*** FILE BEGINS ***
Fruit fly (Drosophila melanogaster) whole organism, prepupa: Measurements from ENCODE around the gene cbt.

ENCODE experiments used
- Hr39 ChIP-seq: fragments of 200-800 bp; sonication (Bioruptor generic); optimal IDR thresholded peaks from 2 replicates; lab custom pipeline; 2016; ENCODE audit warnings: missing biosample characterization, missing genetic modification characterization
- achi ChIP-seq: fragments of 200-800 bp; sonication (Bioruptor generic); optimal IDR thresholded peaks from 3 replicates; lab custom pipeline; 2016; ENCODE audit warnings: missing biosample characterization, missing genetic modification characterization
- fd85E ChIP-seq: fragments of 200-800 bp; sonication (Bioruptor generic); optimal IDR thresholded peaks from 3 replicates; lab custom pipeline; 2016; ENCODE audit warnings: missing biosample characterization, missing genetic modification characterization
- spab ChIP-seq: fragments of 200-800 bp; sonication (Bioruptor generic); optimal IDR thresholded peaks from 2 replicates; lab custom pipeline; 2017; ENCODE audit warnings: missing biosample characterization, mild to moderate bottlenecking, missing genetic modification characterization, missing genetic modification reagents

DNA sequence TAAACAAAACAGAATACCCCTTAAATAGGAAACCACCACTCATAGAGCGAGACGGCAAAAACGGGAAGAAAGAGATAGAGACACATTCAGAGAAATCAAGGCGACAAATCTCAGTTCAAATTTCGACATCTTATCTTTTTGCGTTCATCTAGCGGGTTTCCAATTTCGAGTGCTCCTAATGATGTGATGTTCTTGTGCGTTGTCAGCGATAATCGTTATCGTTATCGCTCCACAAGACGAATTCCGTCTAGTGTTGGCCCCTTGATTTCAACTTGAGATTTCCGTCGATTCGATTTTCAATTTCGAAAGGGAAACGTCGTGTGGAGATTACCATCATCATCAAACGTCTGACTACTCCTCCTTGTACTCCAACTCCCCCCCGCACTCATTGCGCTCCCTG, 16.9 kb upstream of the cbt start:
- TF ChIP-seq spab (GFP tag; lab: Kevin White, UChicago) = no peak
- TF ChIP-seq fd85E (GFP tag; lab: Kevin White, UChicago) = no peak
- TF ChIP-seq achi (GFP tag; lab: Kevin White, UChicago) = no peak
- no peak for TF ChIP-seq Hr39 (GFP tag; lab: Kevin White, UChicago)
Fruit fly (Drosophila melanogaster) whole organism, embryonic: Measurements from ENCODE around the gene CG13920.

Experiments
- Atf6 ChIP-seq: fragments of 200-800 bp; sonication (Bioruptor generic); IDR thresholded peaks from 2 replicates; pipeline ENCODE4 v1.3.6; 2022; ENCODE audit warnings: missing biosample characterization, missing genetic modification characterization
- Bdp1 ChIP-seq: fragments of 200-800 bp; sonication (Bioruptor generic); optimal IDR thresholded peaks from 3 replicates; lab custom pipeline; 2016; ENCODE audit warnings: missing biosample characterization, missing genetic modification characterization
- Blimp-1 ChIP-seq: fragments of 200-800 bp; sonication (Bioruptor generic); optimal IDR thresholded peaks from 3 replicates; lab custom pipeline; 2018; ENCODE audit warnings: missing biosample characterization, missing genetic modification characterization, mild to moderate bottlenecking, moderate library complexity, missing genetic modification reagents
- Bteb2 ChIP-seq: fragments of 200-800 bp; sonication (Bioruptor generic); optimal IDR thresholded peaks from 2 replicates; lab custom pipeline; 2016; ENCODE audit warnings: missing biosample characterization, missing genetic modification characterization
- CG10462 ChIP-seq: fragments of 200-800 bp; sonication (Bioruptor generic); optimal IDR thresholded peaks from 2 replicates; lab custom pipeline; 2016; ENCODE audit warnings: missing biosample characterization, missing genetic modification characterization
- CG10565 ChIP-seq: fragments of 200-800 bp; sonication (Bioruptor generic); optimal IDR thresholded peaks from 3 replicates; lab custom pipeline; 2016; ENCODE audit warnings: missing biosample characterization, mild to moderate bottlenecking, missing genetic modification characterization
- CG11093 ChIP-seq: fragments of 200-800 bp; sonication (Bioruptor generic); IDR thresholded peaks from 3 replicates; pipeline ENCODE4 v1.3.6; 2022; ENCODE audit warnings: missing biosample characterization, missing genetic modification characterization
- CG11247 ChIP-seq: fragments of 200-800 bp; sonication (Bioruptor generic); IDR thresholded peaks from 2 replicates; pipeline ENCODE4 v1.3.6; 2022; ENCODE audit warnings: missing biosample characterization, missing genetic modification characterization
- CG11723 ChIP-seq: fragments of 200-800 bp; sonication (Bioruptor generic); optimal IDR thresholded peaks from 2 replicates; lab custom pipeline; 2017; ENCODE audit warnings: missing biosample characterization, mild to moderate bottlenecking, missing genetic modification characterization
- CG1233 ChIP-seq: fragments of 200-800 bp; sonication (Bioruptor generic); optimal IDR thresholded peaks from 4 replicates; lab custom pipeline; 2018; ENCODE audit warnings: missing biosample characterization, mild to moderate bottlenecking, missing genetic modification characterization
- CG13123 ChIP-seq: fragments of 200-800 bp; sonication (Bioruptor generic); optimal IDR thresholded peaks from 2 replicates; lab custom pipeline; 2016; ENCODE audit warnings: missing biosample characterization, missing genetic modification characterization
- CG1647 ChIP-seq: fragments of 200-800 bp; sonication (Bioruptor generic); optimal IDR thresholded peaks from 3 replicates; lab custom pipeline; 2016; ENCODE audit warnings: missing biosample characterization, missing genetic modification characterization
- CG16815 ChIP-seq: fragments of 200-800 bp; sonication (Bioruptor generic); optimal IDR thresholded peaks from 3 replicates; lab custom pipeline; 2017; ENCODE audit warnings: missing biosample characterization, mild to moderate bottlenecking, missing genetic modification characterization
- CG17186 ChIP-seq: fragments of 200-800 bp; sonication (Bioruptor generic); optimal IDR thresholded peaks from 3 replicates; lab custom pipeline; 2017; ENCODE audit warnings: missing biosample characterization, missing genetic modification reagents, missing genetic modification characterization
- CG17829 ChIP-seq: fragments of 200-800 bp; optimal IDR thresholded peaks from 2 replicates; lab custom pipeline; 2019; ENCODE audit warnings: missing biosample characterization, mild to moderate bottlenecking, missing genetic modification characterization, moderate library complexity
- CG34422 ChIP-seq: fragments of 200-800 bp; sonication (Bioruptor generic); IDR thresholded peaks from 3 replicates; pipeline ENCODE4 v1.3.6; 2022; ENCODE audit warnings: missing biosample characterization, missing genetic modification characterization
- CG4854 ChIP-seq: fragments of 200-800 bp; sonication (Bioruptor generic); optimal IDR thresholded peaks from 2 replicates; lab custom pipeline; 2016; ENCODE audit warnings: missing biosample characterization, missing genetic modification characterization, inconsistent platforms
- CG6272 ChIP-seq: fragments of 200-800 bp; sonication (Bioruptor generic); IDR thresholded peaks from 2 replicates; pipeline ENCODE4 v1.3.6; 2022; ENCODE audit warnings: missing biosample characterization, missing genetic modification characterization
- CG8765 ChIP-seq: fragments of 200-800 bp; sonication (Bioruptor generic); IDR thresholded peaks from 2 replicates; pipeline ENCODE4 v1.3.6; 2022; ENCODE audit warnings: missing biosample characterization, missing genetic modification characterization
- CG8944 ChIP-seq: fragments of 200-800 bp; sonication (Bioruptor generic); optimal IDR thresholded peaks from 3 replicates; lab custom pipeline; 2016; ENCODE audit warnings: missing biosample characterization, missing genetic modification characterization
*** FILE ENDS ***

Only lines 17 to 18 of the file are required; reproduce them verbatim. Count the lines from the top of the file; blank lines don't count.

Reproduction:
- Bteb2 ChIP-seq: fragments of 200-800 bp; sonication (Bioruptor generic); optimal IDR thresholded peaks from 2 replicates; lab custom pipeline; 2016; ENCODE audit warnings: missing biosample characterization, missing genetic modification characterization
- CG10462 ChIP-seq: fragments of 200-800 bp; sonication (Bioruptor generic); optimal IDR thresholded peaks from 2 replicates; lab custom pipeline; 2016; ENCODE audit warnings: missing biosample characterization, missing genetic modification characterization